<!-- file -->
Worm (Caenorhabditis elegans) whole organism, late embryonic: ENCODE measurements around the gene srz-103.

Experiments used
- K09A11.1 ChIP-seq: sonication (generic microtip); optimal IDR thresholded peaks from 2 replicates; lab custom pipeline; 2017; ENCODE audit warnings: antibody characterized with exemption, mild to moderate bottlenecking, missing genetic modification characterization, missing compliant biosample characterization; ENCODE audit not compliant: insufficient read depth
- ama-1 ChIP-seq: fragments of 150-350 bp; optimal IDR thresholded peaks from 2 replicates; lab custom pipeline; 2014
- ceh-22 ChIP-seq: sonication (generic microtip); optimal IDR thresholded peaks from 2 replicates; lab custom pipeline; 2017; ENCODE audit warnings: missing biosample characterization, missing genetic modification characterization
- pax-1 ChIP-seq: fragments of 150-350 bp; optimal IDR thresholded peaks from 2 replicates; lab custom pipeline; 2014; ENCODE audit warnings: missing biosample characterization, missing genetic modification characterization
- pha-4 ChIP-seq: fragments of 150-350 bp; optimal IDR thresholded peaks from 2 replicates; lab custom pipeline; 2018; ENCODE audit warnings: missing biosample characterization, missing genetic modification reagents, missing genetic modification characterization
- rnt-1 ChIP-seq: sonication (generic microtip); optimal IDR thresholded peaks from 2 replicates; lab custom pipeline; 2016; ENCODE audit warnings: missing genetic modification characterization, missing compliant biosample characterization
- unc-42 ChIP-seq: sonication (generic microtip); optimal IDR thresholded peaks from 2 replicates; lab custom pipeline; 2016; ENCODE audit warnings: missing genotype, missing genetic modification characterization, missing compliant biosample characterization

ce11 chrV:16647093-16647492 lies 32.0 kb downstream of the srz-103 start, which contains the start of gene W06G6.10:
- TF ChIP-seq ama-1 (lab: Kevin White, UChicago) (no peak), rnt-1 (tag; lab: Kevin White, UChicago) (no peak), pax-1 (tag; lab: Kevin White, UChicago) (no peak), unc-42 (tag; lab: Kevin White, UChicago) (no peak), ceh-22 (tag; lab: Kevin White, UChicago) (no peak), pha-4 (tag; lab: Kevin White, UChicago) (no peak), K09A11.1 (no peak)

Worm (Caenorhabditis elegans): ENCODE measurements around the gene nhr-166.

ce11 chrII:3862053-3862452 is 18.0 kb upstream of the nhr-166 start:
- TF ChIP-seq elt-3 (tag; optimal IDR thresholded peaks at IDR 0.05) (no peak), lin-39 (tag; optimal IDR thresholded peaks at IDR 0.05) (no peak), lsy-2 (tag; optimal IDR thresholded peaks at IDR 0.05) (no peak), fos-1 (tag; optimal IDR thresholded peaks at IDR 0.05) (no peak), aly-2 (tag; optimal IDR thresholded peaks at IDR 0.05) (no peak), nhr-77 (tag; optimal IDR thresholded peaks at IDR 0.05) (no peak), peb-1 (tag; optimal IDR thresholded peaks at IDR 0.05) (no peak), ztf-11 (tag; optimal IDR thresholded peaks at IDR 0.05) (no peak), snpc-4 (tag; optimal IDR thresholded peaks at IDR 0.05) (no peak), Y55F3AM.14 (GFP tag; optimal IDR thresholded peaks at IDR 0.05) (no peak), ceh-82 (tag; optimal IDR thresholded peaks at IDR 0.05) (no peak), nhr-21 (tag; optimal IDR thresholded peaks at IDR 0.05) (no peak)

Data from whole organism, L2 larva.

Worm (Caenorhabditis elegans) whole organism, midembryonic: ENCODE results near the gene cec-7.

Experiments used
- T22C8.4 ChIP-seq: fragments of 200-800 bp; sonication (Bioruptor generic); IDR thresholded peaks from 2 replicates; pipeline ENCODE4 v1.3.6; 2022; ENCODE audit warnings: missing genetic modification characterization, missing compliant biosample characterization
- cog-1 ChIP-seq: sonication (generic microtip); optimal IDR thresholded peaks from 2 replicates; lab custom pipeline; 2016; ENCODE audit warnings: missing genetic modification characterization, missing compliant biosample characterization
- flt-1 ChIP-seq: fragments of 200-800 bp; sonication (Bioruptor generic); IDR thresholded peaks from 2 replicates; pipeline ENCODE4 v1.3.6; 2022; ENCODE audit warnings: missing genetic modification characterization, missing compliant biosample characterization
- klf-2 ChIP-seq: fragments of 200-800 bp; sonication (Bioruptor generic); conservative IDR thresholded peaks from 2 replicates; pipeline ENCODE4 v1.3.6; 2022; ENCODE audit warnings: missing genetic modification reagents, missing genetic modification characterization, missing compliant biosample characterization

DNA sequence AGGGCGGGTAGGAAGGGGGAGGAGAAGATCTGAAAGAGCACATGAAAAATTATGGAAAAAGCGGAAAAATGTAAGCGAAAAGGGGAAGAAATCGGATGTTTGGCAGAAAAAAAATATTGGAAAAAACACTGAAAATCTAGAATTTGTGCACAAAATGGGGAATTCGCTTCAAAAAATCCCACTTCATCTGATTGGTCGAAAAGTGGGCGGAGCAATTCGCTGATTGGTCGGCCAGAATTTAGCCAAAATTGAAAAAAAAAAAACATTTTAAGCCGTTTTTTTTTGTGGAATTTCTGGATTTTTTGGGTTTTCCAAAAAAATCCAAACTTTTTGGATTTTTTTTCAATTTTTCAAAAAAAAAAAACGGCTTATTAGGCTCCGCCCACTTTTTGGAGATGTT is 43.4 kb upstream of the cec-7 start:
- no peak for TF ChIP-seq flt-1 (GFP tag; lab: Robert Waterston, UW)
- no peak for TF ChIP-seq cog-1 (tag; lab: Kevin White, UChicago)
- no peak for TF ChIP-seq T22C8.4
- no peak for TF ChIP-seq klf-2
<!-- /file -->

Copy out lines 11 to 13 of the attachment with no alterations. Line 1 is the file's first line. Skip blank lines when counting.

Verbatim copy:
- TF ChIP-seq ama-1 (lab: Kevin White, UChicago) (no peak), rnt-1 (tag; lab: Kevin White, UChicago) (no peak), pax-1 (tag; lab: Kevin White, UChicago) (no peak), unc-42 (tag; lab: Kevin White, UChicago) (no peak), ceh-22 (tag; lab: Kevin White, UChicago) (no peak), pha-4 (tag; lab: Kevin White, UChicago) (no peak), K09A11.1 (no peak)

Worm (Caenorhabditis elegans): ENCODE measurements around the gene nhr-166.

ce11 chrII:3862053-3862452 is 18.0 kb upstream of the nhr-166 start: